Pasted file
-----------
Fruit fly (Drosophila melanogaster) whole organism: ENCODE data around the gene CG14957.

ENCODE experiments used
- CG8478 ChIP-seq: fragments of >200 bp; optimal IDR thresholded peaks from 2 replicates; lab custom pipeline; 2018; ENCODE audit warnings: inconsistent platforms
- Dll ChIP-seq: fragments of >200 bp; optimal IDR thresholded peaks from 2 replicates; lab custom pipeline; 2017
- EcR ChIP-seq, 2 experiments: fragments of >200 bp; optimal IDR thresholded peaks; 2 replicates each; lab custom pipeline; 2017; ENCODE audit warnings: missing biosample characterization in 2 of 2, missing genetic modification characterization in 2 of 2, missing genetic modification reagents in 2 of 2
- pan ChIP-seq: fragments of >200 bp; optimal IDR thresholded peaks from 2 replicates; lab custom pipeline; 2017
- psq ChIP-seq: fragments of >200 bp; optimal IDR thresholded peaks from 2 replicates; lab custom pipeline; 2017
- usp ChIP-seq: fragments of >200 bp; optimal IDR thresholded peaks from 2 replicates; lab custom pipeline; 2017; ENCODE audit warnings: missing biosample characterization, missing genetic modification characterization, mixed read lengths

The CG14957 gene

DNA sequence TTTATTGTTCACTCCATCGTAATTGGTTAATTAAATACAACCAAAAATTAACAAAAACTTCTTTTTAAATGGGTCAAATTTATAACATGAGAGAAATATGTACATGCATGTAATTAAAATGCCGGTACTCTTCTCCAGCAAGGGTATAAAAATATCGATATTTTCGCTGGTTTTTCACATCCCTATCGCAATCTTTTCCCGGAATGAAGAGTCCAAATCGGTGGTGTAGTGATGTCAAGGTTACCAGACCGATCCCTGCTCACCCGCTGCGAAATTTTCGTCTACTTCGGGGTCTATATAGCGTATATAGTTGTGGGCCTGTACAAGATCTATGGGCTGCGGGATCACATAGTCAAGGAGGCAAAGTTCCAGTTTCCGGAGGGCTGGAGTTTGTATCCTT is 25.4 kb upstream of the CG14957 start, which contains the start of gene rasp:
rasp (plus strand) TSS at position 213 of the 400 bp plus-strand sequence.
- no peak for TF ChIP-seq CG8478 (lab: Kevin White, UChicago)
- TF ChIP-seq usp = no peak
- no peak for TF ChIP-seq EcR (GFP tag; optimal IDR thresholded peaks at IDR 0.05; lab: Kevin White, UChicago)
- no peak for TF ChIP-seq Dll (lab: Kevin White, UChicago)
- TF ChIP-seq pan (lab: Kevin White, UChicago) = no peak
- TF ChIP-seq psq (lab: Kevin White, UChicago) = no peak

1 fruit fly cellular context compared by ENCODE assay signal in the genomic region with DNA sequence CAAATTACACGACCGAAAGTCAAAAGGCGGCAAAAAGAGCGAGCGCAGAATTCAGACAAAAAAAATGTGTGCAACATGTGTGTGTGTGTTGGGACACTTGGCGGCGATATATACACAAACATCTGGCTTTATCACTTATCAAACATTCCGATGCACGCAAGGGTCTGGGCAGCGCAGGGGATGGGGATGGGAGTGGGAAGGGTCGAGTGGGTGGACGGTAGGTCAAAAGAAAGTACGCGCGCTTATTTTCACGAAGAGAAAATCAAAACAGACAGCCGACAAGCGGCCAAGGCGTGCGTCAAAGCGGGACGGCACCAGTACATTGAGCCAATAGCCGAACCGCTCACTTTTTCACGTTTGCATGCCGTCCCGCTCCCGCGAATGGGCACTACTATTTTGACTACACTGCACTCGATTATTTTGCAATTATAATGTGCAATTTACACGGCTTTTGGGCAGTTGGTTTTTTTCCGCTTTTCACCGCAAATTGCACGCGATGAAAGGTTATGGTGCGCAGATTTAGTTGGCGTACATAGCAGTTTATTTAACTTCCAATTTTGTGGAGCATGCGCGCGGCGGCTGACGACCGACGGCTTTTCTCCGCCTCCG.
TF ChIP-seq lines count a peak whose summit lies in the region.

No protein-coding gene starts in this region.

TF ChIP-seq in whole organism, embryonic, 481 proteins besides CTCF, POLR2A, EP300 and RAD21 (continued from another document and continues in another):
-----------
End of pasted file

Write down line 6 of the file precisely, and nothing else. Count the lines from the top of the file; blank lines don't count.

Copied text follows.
- pan ChIP-seq: fragments of >200 bp; optimal IDR thresholded peaks from 2 replicates; lab custom pipeline; 2017